Tag: How to

Nail polish 101: which base coat & top coat?

Hello! So before posting about my nail polish hoard, I thought I’d cover the basics: the basecoat and topcoat.

I’m a bit old school so I haven’t shifted over to UV gel or dip gel or any of the multitude array of more permanent solutions.

It was a frustrating (and expensive) process but I found a combo that works for my nails. If your nails are very bendy or flaky – dip gel might be best for you if you have a spare 45 mins and want them up to last 6 weeks.

So my combo is Revlon Colorstay Base Coat/ Gel-Smooth Base Coat and Essie Good to Go.

So…what’s the problem with this combo? Revlon a couple of years back discontinued their Color Stay Base Coat! They bought out a line of polishes called Gel Envy that had the basecoat already included in it instead.

But apparently a good replacement is Orly Bonder which you can get from Farmers NZ.

If you want to try something other than Essie, a good swap out is Sally Hansen Insta- Dri.

So choosing the best base coat/top coat (if you even want to use them) is based on a couple of things for me,

  • Does it work? I can get about a week without chipping with most polish brands/types with this combo.
  • Does it bubble? Not too much, but they all do when your fingers are too hot from the heat and humidity.
  • How shiny is it? Shiny! The base coat also acts as a nail ridge filler which helps.
  • How hard is it to apply? Well they can get gloopy – so I normally add a drop or two of some Orly Nail Lacquer thinner when that happens (which I also get at my local Farmers NZ).
  • Smell? They stink! But nail polish tends to have chemically smell anyway. It fades within an hour of application for me.
  • Brush? This made a difference for me in terms of frustration. I have a strong curve in my nails – they certainly don’t lie very flat!

The brush on the Revlon base coat is good for me because it covers a lot of surface area. It’s different from most because Revlon appeared to just have doubled up on a typical thin brush (?!). Weird but it works for me. Press harder and I get lots of coverage, flip it to the edge and I can get around the end of the nail without having to load my brush up.

The Essie Good to Go top coat has a thicker brush – a little thicker than the original ones thank goodness. It let’s me glide over the nail without having to do more strokes and run the risk of adding bubbles (never shake your nail polish – bubbles galore! If you have to, shake and leave for a 30 mins).

I’ve used a number of base coats and top coats over the years (like Seche Vite, OPI RapidDry, INM Out the Door) but because I’m in NZ, I found a combo that was easy for me to get a hold of. All three products are found in my local Farmers NZ (Albany in Auckland). Ranges can be regional so please check!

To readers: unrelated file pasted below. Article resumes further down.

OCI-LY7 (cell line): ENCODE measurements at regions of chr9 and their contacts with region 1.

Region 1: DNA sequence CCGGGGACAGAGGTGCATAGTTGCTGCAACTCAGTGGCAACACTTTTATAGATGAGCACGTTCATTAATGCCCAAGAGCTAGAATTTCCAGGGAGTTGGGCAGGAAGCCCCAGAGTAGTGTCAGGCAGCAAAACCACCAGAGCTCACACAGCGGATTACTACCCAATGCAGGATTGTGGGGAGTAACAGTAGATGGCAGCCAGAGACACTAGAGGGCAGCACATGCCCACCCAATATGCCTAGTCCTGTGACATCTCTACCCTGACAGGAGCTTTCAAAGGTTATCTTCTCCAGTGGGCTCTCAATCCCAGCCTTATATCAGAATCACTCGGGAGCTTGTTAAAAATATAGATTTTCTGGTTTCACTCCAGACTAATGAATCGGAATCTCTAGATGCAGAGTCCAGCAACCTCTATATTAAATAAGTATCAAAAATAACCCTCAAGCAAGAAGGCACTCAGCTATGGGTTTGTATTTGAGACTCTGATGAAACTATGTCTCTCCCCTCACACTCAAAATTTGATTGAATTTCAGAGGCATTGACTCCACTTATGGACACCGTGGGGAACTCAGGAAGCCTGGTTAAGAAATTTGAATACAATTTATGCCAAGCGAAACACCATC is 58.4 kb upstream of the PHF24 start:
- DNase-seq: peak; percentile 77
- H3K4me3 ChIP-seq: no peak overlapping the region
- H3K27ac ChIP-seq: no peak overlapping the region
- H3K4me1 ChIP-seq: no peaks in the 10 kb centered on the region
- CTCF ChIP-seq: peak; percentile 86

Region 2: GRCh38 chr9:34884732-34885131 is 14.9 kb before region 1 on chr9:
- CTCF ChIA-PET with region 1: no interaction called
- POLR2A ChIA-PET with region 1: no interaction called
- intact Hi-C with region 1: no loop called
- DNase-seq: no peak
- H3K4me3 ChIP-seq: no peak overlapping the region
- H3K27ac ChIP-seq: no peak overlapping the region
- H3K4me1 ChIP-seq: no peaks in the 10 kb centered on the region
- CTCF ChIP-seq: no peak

You can go without, but this combo helps me with staining and chipping. In the future I hope I can trial and post on the newer technologies in nail polish.

Should you wear Bronzer?

Even I’ve often wondered; I am brown skinned (for reference, I’m a MAC NC44), do I still need to wear bronzer? The answer is… It depends! (my favourite answer :D). First I must clarify, my question carries a misguided assumption – that bronzer is to make your skin darker. Well, it is in a way, but the purpose of bronzers is to give the skin a healthy sun-kissed look (This is not synonymous with having a darker skin shade). bronzers

The choice to wear bronzer depends on several things: Most important one being the personal preference. There are no hard-and-fast rules in makeup. As someone rightly said, ‘in makeup, you do you!’.

The second thing is the occasion or the makeup look that you are going for. If it is for something outdoorsy like a beach party or a formal event, bronzing adds a nice touch; But a trip to the grocery store … maybe not (again keep in mind, personal preference dictates).

Lastly, the time of the year should be of concern. As counterintuitive as it may sound, bronzing is appropriate in summer or warmer months. It helps to maintain a natural look during the season. But that should not stop you from wearing a little colour in winter if you want to.

If you decide to wear a bronzer, there are three things to consider.

  • Shade and undertone of the product (of course!): A rule of thumb is to choose one that is two to three shades darker. As a general guide, lighter skin shades look better in peachy bronzers; olive/ tan skin tones look good in golden undertones; the darker skin shades look flattering in orange/apricot undertones.

But I am a yellow undertoned medium to deep skin shade. Going by the rule, I should look good in orange-toned bronzers. But I look like an Oompah Loompa when I use that. So in my case, I use bronzers that are in between golden and orange tones (yeah! that easy).

  • Skin type: for oily skins, use powder bronzers as well as ones without shimmers and sparkles to avoid the slick look. Cream and liquid bronzers look appealing on dry skin. If you Normal or combination skins, both types can be used.
  • Application: for powder bronzers, using a big fluffy brush is appropriate. It helps the product to distributed evenly and more naturally. For creams and liquids, start with your fingertips and then blend with a makeup sponge or a brush. Model on blue background.

Imagine the ‘3’ shape when applying bronzer as shown in the picture. On both sides of the face, make the ‘3’ shape, starting at the forehead along the hairline, follow along the hollow of the cheek and just under the jawline. Keep it sheer and build as needed.

Hope this answered the question! 🙂

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Further recommended readings here and here. Enjoy!